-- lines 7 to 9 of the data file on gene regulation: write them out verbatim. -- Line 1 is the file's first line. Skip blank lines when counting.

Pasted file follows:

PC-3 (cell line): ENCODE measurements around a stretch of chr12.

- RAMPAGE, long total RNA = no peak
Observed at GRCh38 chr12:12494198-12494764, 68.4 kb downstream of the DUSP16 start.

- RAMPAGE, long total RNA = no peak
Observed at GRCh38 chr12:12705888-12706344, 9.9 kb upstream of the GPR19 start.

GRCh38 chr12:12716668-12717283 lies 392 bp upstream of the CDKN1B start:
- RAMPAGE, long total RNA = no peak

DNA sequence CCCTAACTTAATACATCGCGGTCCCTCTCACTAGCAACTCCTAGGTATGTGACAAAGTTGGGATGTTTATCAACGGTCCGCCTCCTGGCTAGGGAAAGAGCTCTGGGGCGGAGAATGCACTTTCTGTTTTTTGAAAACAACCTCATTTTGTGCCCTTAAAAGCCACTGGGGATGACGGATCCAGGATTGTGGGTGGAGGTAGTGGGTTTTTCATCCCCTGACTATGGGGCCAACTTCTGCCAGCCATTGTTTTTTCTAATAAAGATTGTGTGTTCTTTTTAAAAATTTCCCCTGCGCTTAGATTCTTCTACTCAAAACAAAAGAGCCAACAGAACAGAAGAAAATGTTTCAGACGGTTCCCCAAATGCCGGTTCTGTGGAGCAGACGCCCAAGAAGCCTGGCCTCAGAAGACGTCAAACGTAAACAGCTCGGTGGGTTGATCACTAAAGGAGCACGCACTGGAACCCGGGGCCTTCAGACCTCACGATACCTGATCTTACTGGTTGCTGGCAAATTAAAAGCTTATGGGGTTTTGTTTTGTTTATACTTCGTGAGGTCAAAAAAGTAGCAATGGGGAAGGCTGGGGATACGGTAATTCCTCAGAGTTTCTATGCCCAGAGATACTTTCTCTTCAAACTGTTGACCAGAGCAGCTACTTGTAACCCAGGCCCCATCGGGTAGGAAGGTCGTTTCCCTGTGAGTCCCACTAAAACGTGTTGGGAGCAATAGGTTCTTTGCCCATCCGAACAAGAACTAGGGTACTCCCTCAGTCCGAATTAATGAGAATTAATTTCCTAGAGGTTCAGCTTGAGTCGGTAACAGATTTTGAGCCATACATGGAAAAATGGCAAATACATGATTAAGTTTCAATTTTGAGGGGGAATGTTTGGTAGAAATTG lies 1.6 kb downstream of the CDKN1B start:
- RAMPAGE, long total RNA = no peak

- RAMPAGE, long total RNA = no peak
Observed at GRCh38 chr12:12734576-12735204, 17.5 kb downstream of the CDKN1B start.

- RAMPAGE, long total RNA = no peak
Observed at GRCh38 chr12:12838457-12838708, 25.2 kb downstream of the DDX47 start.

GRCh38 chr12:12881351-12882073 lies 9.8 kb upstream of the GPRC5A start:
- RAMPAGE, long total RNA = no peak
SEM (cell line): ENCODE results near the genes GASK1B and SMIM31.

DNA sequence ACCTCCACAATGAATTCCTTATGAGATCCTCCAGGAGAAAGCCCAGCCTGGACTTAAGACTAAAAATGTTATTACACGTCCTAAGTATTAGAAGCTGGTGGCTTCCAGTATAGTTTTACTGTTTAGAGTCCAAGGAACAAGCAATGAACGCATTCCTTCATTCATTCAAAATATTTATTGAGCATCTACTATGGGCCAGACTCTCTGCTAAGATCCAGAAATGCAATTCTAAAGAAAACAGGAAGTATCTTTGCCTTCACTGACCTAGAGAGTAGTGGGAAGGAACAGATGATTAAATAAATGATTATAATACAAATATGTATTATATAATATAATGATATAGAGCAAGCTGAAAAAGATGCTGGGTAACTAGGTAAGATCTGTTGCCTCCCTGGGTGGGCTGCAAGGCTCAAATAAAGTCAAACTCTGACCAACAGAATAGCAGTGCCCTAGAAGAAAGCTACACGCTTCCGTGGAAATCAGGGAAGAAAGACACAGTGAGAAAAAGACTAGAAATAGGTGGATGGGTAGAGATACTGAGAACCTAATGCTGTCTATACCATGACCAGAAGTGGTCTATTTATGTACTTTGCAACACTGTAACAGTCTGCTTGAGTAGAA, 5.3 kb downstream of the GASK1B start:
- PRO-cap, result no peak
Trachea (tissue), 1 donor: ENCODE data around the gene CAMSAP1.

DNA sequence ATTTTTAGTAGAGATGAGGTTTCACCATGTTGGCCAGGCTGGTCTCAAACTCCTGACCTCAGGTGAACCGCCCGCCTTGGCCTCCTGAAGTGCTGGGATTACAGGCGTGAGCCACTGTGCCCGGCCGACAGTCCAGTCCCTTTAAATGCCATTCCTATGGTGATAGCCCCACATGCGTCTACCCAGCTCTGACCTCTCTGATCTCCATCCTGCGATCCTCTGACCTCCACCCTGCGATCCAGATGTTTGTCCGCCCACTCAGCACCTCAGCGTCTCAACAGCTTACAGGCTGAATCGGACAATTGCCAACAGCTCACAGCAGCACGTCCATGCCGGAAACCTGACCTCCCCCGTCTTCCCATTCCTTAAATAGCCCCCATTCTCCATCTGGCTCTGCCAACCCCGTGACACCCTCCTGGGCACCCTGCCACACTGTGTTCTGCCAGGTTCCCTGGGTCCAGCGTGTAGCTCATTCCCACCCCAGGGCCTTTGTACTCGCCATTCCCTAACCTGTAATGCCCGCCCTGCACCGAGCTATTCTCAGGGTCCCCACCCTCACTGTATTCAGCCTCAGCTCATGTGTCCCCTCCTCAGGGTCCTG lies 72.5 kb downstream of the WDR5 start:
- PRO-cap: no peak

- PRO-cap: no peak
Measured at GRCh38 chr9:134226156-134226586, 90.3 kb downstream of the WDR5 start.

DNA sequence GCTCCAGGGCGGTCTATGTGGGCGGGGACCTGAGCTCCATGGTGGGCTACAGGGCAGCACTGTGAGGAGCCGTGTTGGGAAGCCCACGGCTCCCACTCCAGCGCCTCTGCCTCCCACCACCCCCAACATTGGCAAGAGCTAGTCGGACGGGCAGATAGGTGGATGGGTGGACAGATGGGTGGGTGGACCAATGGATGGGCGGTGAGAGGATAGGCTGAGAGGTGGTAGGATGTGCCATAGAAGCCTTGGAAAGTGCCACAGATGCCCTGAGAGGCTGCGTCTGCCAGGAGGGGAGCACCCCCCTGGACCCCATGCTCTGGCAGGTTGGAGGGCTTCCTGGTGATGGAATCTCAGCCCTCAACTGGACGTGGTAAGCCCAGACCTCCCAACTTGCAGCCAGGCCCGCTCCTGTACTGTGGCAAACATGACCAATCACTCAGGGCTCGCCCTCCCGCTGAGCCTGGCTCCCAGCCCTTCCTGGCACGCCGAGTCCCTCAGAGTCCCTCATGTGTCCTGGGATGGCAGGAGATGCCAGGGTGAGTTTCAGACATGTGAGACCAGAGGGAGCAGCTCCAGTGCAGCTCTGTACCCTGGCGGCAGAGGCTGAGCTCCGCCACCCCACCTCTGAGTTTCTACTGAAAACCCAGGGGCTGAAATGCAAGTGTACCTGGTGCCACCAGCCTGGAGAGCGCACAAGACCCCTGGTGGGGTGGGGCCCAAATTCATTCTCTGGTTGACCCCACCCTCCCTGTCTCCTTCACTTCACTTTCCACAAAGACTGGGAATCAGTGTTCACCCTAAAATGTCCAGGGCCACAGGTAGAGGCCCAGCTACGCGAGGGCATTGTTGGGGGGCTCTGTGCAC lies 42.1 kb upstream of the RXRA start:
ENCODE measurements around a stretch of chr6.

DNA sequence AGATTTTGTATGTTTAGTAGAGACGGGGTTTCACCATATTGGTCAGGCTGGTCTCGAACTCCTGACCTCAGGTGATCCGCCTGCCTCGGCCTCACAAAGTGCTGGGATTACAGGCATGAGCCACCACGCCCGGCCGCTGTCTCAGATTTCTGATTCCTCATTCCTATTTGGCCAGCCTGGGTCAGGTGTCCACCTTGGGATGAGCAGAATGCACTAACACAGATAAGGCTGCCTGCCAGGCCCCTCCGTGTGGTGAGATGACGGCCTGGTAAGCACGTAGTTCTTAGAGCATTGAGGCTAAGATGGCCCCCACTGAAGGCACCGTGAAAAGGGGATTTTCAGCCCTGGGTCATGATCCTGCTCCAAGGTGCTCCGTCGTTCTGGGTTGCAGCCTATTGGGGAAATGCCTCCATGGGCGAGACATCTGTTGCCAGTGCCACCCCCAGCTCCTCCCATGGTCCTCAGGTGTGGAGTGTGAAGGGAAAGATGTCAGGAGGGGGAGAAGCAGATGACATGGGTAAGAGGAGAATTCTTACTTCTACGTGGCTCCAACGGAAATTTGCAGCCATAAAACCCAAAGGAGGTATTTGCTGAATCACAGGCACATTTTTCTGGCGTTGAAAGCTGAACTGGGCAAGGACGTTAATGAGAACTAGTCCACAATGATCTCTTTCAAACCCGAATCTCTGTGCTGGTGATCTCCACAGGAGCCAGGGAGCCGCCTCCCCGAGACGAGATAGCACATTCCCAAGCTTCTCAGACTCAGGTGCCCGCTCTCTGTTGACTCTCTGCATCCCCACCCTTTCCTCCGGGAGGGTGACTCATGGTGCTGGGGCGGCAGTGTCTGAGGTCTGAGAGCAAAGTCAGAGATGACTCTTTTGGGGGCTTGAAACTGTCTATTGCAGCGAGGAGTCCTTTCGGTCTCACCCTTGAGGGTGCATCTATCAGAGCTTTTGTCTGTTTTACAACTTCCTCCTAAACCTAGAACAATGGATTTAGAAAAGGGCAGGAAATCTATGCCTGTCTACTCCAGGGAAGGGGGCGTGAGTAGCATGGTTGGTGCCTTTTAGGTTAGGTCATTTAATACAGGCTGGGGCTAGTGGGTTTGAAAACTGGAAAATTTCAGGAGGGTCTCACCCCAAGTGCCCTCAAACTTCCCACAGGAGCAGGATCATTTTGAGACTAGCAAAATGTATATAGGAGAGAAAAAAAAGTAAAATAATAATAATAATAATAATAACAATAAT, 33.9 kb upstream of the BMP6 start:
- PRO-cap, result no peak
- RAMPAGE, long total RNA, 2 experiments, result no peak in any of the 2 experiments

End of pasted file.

- RAMPAGE, long total RNA = no peak

DNA sequence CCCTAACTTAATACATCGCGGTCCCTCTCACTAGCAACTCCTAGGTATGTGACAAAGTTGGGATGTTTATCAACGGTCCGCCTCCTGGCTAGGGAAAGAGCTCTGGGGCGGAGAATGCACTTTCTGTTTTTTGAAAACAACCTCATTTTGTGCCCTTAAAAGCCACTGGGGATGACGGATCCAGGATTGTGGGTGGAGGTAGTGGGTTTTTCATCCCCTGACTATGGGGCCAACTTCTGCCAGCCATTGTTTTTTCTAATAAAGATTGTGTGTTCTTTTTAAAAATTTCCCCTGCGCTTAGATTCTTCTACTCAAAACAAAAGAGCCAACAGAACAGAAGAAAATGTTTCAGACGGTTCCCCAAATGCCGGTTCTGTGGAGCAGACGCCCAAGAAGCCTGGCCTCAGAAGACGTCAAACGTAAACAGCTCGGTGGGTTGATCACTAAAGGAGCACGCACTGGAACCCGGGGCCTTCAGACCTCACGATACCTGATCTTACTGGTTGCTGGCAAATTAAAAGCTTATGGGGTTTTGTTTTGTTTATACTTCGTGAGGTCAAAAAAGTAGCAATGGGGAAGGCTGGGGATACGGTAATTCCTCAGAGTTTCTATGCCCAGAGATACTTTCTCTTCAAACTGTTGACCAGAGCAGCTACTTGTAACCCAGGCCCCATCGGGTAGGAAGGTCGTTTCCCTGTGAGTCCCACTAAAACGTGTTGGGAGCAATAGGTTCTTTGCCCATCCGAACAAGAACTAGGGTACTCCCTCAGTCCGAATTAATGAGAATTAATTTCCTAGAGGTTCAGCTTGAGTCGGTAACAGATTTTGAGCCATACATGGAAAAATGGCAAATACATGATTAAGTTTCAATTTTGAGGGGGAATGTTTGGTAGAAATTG lies 1.6 kb downstream of the CDKN1B start:
- RAMPAGE, long total RNA = no peak